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Muskegon-based Sol Electrica Renewable Energy Inc. spun its ultra-efficient turbine design out of a larger solar-powered desalination project. The company spent approximately two years designing its turbine, which uses disks instead of the traditional blade design. The system is intended for large-scale power users. Muskegon-based Sol Electrica Renewable Energy Inc. spun its ultra-efficient turbine design out of a larger solar-powered desalination project. The company spent approximately two years designing its turbine, which uses disks instead of the traditional blade design. The system is intended for large-scale power users. Courtesy Photo

Muskegon entrepreneurs eye onsite electrical generation with new power system

BY Sunday, June 26, 2016 10:31am

MUSKEGON — A pair of West Michigan entrepreneurs want to create a market for onsite electrical power generation by undercutting large utilities with cheaper electricity costs. 

While electrical generation has typically been reserved for utilities, Michael Lee and Gary Kerns plan to cater their technology to organizations with large physical locations such as retail stores, hospitals and data centers. The reason: The partners say the system can create reliable power for less cost than buying electricity from commercial power plants. 

The pair, who co-founded Muskegon-based Sol Electrica Renewable Energy Inc. in 2014, say their EnvironGEN 800 power system has myriad benefits for large power consumers.

The system would plug directly into a building’s power distribution system and provide a base load of 800 kilowatts of electricity while being fired by natural gas from a local supplier. Customers would still be hooked into the main electrical grid in case they use more than 800 kilowatts during peak times.

Primarily, the technology has the potential to reduce annual electrical costs up to 25 percent, Lee said. Moreover, Sol Electrica plans to own and maintain the units as an independent power producer, negating any capital investment on the part of its customers.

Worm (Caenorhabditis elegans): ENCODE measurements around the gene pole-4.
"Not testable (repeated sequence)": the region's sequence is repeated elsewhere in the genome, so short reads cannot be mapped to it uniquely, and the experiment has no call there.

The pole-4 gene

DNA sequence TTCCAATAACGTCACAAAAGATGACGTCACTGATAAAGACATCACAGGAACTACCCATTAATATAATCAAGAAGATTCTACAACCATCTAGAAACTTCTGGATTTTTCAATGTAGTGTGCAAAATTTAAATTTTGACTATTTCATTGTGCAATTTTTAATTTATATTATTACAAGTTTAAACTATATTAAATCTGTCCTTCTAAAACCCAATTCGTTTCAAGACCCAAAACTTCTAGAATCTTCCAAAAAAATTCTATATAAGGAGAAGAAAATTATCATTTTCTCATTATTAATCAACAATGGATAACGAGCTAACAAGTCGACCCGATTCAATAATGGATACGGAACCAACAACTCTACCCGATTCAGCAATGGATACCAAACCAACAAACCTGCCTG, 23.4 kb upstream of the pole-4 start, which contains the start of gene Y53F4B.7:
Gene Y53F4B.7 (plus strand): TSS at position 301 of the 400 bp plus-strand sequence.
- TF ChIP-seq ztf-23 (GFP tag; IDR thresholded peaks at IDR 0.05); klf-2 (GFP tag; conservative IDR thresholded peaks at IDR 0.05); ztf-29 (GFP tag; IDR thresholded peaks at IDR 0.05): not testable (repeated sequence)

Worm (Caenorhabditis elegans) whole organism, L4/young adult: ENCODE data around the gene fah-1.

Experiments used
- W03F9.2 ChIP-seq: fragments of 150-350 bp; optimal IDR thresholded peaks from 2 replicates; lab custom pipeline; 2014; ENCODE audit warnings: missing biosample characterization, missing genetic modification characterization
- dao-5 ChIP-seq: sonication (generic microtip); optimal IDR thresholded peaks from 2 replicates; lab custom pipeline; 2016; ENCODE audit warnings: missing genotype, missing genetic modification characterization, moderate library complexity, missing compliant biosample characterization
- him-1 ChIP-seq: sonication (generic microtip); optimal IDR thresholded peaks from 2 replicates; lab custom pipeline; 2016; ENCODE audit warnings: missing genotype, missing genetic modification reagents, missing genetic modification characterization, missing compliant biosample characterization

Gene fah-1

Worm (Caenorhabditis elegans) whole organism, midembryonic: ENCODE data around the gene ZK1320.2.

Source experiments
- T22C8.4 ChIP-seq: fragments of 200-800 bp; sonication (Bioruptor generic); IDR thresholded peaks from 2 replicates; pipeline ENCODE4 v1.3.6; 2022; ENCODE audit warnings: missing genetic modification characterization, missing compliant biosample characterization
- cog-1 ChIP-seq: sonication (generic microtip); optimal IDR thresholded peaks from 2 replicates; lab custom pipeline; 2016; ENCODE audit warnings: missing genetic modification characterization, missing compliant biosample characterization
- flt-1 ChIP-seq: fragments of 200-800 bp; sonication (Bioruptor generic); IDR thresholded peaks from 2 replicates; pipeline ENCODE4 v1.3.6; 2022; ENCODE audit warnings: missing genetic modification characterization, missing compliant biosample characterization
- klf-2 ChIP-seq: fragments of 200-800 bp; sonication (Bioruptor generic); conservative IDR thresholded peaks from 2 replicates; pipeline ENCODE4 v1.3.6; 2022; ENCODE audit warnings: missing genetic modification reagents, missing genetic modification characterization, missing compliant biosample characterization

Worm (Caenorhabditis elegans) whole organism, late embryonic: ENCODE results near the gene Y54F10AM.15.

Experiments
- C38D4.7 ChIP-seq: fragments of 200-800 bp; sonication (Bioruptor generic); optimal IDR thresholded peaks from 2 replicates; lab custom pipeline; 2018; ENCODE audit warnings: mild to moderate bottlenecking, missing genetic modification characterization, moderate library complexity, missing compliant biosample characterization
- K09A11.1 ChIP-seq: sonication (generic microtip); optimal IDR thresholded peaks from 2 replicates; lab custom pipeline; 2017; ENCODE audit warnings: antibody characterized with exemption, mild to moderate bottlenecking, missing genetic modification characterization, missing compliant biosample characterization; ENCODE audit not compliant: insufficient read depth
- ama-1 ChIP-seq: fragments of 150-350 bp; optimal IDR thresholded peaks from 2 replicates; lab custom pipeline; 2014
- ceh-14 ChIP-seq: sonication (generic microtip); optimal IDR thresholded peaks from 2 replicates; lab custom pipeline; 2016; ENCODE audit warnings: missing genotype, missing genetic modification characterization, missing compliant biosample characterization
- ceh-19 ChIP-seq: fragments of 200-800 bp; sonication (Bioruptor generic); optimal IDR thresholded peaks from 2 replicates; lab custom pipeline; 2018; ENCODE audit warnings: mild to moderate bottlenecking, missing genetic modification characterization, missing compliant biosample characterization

“All we do is sell electric for 35 percent below commercial rates,” Lee said. “The customer doesn’t have any capital risk. … All they have to do is put one extra line item on their accounting income statement to pay two electric bills. They don’t have to do any site work, they don’t have to pay any capital equipment costs, they’re not leasing the unit. This provides customers about zero risk.”

The technology also produces approximately 40 percent less greenhouse gas emissions than coal-fired power plants, Lee said. 

Since the EnvironGEN is onsite and uses its own electrical meter, Sol Electrica was able to skirt Michigan’s 10-percent electric choice law, which limits businesses’ ability to purchase energy from independent suppliers. 

MARKET OPPORTUNITIES

Experts predict the market for on-site electrical power generation will grow as large power users look for ways to reduce their energy costs. 

“Right now, the marketplace for onsite power generation is very attractive … and the technology keeps improving,” said Greg Northrup, principal at Grand Rapids-based Sustainable Partners LLC, a developer of alternative and renewable energy projects in West Michigan. “The time is right as people are looking for ways to reduce their cost and increase reliability, especially for people who run 24/7.” 

According to initial research, approximately 9,500 potential customers in the U.S. could benefit from Sol Electrica’s technology, Lee said.

So far, Sol Electrica has approached companies such as mega-retailers Wal-mart and Meijer Inc., which have expressed “tepid interest,” Lee said. However, Lee notes he was prospecting with those companies at a time when Sol Electrica planned to sell the units directly to customers. The company has since pivoted its model and plans to own the systems while simply selling customers the electricity.